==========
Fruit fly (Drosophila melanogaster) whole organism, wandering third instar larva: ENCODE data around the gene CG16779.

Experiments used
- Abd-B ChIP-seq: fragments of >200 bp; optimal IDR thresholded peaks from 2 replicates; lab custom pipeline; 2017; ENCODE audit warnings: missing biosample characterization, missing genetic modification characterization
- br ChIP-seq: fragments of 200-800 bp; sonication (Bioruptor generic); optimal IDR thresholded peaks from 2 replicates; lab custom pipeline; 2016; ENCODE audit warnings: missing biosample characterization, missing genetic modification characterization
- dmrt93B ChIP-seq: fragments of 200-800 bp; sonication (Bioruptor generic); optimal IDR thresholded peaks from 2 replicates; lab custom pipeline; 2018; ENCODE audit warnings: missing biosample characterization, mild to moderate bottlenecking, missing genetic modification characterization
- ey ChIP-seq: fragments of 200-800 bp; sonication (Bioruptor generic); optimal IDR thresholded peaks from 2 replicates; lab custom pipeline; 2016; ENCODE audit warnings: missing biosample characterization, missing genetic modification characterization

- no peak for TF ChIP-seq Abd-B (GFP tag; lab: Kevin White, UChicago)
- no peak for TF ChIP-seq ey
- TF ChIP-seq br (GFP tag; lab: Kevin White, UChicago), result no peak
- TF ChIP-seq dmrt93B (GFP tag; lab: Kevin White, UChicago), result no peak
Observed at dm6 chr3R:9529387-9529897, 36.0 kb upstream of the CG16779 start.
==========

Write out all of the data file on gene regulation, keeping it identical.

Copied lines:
Fruit fly (Drosophila melanogaster) whole organism, wandering third instar larva: ENCODE data around the gene CG16779.

Experiments used
- Abd-B ChIP-seq: fragments of >200 bp; optimal IDR thresholded peaks from 2 replicates; lab custom pipeline; 2017; ENCODE audit warnings: missing biosample characterization, missing genetic modification characterization
- br ChIP-seq: fragments of 200-800 bp; sonication (Bioruptor generic); optimal IDR thresholded peaks from 2 replicates; lab custom pipeline; 2016; ENCODE audit warnings: missing biosample characterization, missing genetic modification characterization
- dmrt93B ChIP-seq: fragments of 200-800 bp; sonication (Bioruptor generic); optimal IDR thresholded peaks from 2 replicates; lab custom pipeline; 2018; ENCODE audit warnings: missing biosample characterization, mild to moderate bottlenecking, missing genetic modification characterization
- ey ChIP-seq: fragments of 200-800 bp; sonication (Bioruptor generic); optimal IDR thresholded peaks from 2 replicates; lab custom pipeline; 2016; ENCODE audit warnings: missing biosample characterization, missing genetic modification characterization

- no peak for TF ChIP-seq Abd-B (GFP tag; lab: Kevin White, UChicago)
- no peak for TF ChIP-seq ey
- TF ChIP-seq br (GFP tag; lab: Kevin White, UChicago), result no peak
- TF ChIP-seq dmrt93B (GFP tag; lab: Kevin White, UChicago), result no peak
Observed at dm6 chr3R:9529387-9529897, 36.0 kb upstream of the CG16779 start.